K2VIEW MARKET GUIDE

iPaaS Vendors and Market Guide

Today’s enterprises are highly focused on data integration, with the global iPaaS market expected to reach $10 billion by 2025, with a 5-year CAGR of more than 40%.

iPaaS Vendors and Market Guidepillar-2

INTRO

iPaaS Vendors Wanted

The concept of integration Platform as a Service (iPaaS) is focused on standardizing multiple data integration applications, and making the inclusion of on-premise and/or cloud endpoints relatively simple. With iPaaS in place, enterprises can easily share data across applications, and automate business processes.

The rising popularity of iPaaS technology increases the need to find the right iPaaS vendors for each business sector. This guide provides a brief overview of iPaaS, a list of the key vendor requirements, a table of the leading iPaaS vendors (along with their respective pros and cons), and a new approach that promises to address most iPaaS challenges.

Chapter 01

What is iPaaS

iPaaS is a single platform that enables data consumers to implement application, API, data and process integration projects, involving any combination of cloud-based, and/or on-premise, endpoints. It develops, deploys, executes, manages, and monitors integration flows/processes across multiple endpoints.

Typical iPaaS scenarios include:

  • Business-to-business (B2B) integration

  • Application-to-application (A2A) integration

  • Cloud service integration (CSI)

  • Mobile application integration (MAI)

  • Internet of Things (IoT) integration

Analyst firm Gartner considers an iPaaS to be enterprise-grade if it supports projects requiring high availability/disaster recovery (HA/DR), service-level agreements (SLAs), security, and technical support.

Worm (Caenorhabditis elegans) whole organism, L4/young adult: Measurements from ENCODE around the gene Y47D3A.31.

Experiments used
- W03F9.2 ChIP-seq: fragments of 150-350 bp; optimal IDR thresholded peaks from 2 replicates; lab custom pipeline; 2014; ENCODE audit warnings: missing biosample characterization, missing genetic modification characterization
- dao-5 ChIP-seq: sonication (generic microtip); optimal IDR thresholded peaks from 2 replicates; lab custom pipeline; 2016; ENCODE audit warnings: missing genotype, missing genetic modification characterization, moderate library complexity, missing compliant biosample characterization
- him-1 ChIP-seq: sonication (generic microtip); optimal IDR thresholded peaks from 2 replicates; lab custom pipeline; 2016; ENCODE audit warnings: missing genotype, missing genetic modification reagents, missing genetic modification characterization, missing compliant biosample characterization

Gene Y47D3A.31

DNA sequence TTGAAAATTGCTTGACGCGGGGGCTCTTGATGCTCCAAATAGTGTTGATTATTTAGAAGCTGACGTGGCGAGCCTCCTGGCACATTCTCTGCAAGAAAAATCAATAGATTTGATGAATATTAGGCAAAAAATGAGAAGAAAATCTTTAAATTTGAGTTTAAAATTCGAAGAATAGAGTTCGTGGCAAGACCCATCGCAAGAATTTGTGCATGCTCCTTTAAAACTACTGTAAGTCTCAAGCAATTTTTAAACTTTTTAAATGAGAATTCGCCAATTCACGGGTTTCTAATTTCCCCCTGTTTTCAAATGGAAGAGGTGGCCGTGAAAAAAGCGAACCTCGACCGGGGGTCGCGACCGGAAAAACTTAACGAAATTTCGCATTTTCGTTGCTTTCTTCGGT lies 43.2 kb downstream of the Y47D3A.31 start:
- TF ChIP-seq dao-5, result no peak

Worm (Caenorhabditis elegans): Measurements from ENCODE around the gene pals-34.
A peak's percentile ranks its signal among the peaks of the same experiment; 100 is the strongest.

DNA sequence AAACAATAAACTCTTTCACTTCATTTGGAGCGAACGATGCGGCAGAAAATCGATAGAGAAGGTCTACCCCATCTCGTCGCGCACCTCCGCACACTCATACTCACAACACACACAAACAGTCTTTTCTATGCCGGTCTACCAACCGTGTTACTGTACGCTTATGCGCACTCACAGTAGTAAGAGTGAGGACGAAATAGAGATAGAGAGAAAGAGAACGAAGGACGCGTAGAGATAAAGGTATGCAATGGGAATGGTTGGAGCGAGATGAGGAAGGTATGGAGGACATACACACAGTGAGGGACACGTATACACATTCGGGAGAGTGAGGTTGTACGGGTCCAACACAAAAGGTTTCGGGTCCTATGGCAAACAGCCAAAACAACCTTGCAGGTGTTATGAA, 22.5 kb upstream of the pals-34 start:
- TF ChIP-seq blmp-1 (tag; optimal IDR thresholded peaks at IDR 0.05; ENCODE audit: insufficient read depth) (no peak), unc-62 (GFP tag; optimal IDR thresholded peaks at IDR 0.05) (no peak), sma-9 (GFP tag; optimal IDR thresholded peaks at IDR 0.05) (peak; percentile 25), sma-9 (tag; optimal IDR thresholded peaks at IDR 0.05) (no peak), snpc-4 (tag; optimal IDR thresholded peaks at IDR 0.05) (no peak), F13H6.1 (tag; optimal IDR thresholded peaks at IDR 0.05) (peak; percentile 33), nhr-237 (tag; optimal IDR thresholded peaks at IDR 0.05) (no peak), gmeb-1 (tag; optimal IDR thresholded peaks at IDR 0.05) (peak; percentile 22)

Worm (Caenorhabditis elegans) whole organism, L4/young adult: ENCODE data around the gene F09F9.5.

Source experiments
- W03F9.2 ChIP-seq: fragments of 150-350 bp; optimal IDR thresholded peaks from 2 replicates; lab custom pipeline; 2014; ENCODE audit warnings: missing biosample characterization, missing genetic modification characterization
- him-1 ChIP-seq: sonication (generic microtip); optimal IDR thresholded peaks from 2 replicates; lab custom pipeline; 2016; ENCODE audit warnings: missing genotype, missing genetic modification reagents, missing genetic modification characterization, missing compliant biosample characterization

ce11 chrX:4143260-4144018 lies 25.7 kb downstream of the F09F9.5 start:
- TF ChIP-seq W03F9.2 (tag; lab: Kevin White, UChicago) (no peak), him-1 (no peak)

Chapter 02

Why iPaaS

iPaaS standardizes how an enterprise’s current apps are integrated, and new apps are added, simplifying the movement of all data types across applications, while also delivering the required integration functionality.

iPaaS maintains, monitors, and updates processes dynamically across applications, which are in a constant state of flux (i.e., added, deleted, or changed). It lets data engineers and consumers build, manage, and maintain integrations simply.

Chapter 03

iPaaS Capabilities

Data integration & delivery blue-Nov-01-2021-01-44-40-33-PMiPaaS supports a wide range of data sources and delivery modes.

Core capabilities of iPaaS include:

  • Data connectivity
    Data connectivity ingests data in any delivery mode, from any source, and then transforms it for delivery, in any format, to any target.

  • Data/application integration
    Data integration builds and manages scalable data pipelines between source and target systems, for analytical and operational use cases.  

  • Data orchestration
    Data orchestration unifies, transforms, and enriches data, from any source system into any target application, rapidly and simply.

  • Data governance
    Data governance assures data quality, enforces data privacy, and makes the data easily accessible at massive scale.

  • Data catalogue and data lineage
    A data catalog is embedded into the company's data fabric to classify and inventory data assets, and optically map information supply chains to reveal data lineage.

The platform should also be able to handle lifecycle management and monitoring (management of the cloud integrations), API management, and error handling. In short, it must be flexible and scalable enough to meet the highly demanding requirements of today’s data management.

Chapter 04

iPaaS Vendor Requirements

Companies looking to work with the best iPaaS vendors face a complex mix of offerings, in which multiple solutions provide different advantages that can be complicated to compare and evaluate. As solutions consolidate and new technologies are born, the ecosystem grows more impressive, on the one hand, but harder to navigate, on the other.

Here are the main parameters enterprises should focus on:

  • Business use cases: Does the iPaaS vendor answer the company’s intended use cases?
  • Industry compatibility: Can the iPaaS vendor support specific industry needs?
  • Workload support: Can the platform handle both analytical and operational workloads?
  • Data management: How is the data organized, and how can this method affect the organization?
  • Endpoint variety: How many endpoints are expected, and what is their nature? Can the vendor support these integration mechanisms and technologies (e.g., push, pull, streaming, messaging, ETL/ELT, etc.)?